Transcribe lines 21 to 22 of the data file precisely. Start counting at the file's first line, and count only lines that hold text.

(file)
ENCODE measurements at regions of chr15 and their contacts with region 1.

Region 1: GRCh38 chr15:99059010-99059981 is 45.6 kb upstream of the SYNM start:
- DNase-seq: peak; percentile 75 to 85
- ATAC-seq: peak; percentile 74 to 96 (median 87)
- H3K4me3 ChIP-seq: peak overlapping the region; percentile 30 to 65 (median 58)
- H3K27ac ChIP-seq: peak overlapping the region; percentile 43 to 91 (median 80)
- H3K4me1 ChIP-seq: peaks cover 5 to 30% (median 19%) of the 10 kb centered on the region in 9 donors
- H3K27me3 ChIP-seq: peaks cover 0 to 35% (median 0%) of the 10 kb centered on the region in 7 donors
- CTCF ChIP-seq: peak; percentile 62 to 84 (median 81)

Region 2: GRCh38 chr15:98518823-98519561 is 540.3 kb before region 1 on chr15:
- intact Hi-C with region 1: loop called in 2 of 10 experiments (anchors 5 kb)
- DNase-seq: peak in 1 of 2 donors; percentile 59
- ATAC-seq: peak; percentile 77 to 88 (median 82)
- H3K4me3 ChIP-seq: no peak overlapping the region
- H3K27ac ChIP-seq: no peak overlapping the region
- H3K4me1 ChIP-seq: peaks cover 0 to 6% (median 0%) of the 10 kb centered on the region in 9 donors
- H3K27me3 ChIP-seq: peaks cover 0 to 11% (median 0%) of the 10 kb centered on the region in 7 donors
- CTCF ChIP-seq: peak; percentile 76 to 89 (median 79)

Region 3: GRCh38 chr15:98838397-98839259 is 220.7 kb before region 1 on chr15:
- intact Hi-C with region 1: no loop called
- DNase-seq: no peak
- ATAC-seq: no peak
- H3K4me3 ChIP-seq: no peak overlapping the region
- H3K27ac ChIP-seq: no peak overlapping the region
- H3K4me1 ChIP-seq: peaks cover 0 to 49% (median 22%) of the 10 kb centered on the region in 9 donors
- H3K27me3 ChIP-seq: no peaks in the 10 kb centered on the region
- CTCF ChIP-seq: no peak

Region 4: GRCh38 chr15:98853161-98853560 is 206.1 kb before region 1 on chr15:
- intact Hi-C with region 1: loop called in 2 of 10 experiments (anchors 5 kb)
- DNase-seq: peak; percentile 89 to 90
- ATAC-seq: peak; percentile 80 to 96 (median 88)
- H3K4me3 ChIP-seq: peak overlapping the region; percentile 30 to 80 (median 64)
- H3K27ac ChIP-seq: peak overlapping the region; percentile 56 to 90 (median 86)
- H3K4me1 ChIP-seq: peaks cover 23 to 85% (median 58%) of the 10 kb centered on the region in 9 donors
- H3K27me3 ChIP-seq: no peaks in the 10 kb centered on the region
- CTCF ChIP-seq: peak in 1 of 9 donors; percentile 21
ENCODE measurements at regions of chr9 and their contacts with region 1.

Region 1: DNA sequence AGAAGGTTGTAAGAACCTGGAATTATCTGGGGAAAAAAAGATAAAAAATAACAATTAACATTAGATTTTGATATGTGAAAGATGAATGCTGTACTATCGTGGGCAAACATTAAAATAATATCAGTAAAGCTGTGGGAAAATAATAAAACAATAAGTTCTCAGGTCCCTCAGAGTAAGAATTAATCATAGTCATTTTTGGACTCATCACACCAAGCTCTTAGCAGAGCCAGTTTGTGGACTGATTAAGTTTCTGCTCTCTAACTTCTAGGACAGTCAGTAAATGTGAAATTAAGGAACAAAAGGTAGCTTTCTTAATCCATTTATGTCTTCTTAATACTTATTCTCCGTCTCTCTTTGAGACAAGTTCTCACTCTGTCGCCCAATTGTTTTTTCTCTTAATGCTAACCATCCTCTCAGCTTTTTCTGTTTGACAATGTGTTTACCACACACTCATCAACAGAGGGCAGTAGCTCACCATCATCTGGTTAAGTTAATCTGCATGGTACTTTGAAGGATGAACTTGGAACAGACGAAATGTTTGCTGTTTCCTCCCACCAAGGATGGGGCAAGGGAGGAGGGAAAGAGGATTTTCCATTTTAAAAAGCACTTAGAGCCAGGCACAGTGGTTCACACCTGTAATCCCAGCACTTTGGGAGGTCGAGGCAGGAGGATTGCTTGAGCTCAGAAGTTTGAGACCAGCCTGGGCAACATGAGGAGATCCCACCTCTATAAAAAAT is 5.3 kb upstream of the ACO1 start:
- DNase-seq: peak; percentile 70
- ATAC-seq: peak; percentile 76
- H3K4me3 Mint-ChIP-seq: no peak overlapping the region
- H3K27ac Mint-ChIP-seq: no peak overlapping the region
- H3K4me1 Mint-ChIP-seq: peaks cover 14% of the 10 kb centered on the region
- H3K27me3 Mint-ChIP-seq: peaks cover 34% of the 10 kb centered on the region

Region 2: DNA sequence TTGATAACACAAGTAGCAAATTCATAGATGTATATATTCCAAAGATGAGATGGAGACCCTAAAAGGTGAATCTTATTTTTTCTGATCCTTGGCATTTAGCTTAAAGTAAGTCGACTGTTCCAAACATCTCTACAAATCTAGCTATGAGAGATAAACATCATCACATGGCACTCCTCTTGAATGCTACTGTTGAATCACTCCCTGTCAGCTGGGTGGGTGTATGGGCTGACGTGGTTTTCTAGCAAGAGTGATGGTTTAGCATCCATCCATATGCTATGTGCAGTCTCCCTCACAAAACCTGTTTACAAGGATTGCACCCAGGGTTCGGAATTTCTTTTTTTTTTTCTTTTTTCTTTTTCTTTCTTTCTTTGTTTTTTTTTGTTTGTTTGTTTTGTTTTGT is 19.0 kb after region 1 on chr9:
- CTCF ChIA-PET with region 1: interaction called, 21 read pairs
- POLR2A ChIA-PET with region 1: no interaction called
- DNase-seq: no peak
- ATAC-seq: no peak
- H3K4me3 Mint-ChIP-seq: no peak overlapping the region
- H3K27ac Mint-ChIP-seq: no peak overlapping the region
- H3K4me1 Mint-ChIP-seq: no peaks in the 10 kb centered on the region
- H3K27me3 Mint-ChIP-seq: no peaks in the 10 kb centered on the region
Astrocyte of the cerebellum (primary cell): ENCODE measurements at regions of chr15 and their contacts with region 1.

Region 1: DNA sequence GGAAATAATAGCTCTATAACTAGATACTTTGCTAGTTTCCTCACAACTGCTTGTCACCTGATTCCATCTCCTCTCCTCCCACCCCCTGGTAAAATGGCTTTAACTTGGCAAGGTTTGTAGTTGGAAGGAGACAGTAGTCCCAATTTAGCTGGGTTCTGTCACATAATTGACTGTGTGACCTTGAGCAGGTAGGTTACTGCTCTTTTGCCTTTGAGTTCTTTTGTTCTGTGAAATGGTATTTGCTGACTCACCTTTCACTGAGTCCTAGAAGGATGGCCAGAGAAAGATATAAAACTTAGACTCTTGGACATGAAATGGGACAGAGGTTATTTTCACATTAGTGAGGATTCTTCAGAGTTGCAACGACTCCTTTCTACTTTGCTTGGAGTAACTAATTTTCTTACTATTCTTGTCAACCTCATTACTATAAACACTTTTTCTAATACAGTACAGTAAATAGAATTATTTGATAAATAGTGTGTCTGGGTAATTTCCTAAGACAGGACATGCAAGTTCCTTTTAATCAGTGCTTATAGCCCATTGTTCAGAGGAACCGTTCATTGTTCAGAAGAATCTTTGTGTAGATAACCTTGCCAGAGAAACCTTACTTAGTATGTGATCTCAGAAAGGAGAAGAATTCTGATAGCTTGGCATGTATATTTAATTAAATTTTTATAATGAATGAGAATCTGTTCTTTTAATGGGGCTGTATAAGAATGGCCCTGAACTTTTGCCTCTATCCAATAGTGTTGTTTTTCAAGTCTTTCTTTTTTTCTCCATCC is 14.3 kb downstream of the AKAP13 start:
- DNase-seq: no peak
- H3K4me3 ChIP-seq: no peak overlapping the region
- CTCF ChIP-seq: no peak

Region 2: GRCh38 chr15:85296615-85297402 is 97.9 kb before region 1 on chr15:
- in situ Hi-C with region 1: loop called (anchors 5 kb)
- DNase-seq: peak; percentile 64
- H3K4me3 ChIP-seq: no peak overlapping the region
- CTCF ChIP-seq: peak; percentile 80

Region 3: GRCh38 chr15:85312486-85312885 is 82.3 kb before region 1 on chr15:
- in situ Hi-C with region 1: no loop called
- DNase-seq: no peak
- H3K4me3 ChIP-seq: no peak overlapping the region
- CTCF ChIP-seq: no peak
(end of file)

- DNase-seq: no peak
- ATAC-seq: no peak